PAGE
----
Poverty is no mystery, and it's easily avoidable. The poverty line that the Census Bureau used in 2016 for a single person was an income of $12,486 that year. For a two-person household, it was $16,072, and for a four-person household, it was $24,755. To beat those poverty thresholds is fairly simple. Here's the road map: Complete high school; get a job, any kind of a job; get married before having children; and be a law-abiding citizen.
Walter E. Williams is a professor of economics at
July 31, 2018, 9:35 AM EDT
July 24, 2018, 9:21 AM EDT
Former Treasury Secretary Larry Summers predicted that if Donald Trump were elected, there would be a protracted recession within 18 months. Heeding its experts, a month before the election, The Washington Post ran an editorial with the headline "A President Trump could destroy the world economy." Steve Rattner, a Democratic financier and former head of the National Economic Council, warned, "If the unlikely event happens and Trump wins, you will see a market crash of historic proportions." When Trump's electoral victory became apparent, Nobel Prize-winning economist and New York Times columnist Paul Krugman warned that the world was "very probably looking at a global recession, with no end in sight." By the way, Krugman has been so wrong in so many of his economic predictions, but that doesn't stop him from making more shameless predictions.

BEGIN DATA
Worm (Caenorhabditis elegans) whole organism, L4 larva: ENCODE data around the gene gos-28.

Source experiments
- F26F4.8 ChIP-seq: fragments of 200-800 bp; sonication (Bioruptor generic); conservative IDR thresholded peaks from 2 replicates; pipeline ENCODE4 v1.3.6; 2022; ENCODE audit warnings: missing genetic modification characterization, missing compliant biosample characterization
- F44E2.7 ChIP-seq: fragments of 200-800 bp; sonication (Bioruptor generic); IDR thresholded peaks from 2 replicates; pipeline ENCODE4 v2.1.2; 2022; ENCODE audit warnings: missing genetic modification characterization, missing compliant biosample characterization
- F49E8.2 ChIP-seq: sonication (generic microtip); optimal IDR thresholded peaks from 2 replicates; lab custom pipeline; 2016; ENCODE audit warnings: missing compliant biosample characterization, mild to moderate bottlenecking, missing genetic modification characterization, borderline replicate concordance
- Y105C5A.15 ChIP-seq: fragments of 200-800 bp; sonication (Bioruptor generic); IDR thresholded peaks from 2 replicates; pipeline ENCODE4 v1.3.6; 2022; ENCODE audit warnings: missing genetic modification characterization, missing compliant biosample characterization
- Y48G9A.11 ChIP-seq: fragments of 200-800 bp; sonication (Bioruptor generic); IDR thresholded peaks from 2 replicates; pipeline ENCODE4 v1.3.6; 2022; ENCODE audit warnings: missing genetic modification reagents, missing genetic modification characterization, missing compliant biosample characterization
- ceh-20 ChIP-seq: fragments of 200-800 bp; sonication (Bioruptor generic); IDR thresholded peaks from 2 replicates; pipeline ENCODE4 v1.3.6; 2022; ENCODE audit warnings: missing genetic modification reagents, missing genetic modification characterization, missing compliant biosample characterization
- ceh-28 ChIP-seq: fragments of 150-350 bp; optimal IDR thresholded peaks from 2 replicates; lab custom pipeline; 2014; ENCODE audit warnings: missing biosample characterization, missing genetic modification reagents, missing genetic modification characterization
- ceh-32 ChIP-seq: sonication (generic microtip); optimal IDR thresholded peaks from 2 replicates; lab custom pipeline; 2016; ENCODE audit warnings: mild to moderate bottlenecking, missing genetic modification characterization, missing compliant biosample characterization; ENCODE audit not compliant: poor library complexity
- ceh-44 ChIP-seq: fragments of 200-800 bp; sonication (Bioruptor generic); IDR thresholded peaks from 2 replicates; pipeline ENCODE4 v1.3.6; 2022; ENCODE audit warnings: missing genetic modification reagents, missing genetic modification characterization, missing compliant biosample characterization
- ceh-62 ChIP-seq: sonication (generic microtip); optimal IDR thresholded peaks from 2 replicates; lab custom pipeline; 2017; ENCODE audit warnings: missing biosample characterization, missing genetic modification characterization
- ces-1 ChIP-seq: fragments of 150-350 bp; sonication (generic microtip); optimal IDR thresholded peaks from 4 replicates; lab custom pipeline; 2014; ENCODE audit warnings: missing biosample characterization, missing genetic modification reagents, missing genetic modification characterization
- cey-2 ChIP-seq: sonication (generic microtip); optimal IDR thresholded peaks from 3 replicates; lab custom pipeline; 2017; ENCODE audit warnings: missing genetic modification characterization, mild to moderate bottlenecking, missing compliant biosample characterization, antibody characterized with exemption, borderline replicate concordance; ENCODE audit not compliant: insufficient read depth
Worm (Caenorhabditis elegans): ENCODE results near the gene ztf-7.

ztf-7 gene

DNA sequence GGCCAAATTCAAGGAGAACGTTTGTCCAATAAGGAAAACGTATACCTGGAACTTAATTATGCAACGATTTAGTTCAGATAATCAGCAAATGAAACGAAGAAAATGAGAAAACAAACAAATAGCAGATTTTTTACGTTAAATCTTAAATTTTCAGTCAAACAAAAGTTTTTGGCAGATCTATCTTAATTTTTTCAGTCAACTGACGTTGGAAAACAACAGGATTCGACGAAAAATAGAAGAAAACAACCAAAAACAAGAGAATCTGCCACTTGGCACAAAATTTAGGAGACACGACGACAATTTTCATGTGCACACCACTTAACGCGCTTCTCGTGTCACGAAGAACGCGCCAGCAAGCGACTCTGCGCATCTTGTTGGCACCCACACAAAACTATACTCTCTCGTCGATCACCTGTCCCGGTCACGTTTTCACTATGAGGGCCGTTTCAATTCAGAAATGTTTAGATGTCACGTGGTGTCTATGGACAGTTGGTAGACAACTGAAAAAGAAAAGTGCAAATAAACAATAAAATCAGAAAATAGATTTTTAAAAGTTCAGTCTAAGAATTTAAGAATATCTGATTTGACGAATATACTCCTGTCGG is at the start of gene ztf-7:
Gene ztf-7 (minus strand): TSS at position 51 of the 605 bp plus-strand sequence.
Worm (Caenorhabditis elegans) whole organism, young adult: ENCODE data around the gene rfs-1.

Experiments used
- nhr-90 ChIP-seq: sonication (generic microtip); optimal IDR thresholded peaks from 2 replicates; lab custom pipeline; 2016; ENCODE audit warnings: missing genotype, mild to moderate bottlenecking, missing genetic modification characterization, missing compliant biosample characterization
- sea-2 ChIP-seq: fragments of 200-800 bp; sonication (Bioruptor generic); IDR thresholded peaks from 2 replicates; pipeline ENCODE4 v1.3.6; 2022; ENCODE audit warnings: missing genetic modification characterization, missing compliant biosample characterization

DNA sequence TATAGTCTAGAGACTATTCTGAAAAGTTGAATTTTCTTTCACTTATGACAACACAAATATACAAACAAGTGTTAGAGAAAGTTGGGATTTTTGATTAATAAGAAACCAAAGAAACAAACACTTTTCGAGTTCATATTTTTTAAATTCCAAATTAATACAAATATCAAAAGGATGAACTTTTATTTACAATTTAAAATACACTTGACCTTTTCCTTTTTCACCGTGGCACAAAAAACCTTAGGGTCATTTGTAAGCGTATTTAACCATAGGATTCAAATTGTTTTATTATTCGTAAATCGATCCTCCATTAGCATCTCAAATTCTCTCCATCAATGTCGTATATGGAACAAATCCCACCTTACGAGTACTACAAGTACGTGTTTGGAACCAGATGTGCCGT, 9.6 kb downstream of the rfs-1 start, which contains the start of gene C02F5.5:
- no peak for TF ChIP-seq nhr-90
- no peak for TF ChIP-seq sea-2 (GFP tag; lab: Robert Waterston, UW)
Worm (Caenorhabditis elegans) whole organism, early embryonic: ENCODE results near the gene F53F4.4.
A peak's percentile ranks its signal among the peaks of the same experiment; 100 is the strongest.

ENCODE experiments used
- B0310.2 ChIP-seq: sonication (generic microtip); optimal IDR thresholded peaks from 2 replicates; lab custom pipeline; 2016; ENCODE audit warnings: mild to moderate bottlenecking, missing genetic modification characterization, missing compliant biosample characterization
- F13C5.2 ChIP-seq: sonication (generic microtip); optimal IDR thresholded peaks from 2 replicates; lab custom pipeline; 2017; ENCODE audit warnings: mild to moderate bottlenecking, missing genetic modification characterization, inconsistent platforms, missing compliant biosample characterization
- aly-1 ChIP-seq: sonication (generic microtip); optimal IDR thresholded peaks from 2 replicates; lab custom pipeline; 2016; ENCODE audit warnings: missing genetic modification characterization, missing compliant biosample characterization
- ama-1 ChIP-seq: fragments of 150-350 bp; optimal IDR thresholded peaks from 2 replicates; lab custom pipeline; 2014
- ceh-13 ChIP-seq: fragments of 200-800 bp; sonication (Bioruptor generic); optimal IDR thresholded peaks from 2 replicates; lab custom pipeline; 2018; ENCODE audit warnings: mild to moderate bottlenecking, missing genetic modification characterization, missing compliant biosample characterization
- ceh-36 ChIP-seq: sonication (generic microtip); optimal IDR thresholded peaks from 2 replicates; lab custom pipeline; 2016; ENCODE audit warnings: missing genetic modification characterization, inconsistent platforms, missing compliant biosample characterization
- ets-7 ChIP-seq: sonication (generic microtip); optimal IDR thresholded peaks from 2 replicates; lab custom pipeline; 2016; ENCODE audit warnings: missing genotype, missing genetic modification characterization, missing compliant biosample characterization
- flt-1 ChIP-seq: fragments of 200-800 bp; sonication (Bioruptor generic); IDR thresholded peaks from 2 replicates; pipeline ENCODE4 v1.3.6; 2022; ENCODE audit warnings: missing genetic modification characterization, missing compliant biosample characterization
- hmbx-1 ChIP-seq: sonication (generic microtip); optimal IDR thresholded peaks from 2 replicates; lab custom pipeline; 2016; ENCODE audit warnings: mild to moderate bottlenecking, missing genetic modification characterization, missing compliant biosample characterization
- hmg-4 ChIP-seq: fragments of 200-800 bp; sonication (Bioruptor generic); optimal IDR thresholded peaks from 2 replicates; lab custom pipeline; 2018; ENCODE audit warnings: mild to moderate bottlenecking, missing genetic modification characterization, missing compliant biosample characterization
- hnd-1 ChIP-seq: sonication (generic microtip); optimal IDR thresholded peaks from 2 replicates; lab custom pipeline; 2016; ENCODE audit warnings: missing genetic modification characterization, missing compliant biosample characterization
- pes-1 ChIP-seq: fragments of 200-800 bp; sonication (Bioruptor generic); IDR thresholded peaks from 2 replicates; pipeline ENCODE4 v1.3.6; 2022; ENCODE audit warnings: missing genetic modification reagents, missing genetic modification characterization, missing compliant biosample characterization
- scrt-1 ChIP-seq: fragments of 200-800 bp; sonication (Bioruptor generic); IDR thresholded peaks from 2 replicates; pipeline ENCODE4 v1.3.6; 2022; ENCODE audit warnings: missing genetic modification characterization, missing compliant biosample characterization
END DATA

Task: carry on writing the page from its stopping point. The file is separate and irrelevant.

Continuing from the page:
July 17, 2018, 8:57 AM EDT
Justice Anthony Kennedy's retirement, leading to President Donald Trump's nomination of Brett Kavanaugh to the Supreme Court, has thrown progressives, the Democratic Party and the news media into an out-and-out tizzy. The online magazine Slate declared, "Anthony Kennedy Just Destroyed His Legacy as a Gay Rights Hero." The New York Times' editorial board said about a second Trump court appointment, "It is a dark moment in the history of the court and the nation, and it's about to get a lot darker."
July 10, 2018, 9:51 AM EDT
The Canadian government, lining the pockets of its dairy producers, imposes high tariffs on American dairy imports. That forces Canadians to pay higher prices for dairy products. For example, Canadians pay $5.24 for a 10.5-ounce block of cheddar. In Washington, D.C., that same amount of cheddar sells for $3.64. Canadians pay $3.99 for a 1-pound container of yogurt. In Washington, D.C., you can get nearly twice as much yogurt for a little over $4. It's clear that the Canadian government's tariffs screw its citizens by forcing them to pay higher prices for dairy products.
July 3, 2018, 8:58 AM EDT
Amy Wax, a University of Pennsylvania law professor, has come under attack and scathing criticism because she dared criticize the school's racial preferences program. In an interview with Brown University economist Glenn Loury, discussing affirmative action, Wax mentioned how racial preferences hinder the ability of blacks to succeed academically by admitting them into schools at which they are in over their heads academically. At Penn's seventh-ranked law school, Wax said, she doesn't think that she has ever seen a black law student graduate in the top quarter of his class, and "rarely" is a black student in the top half.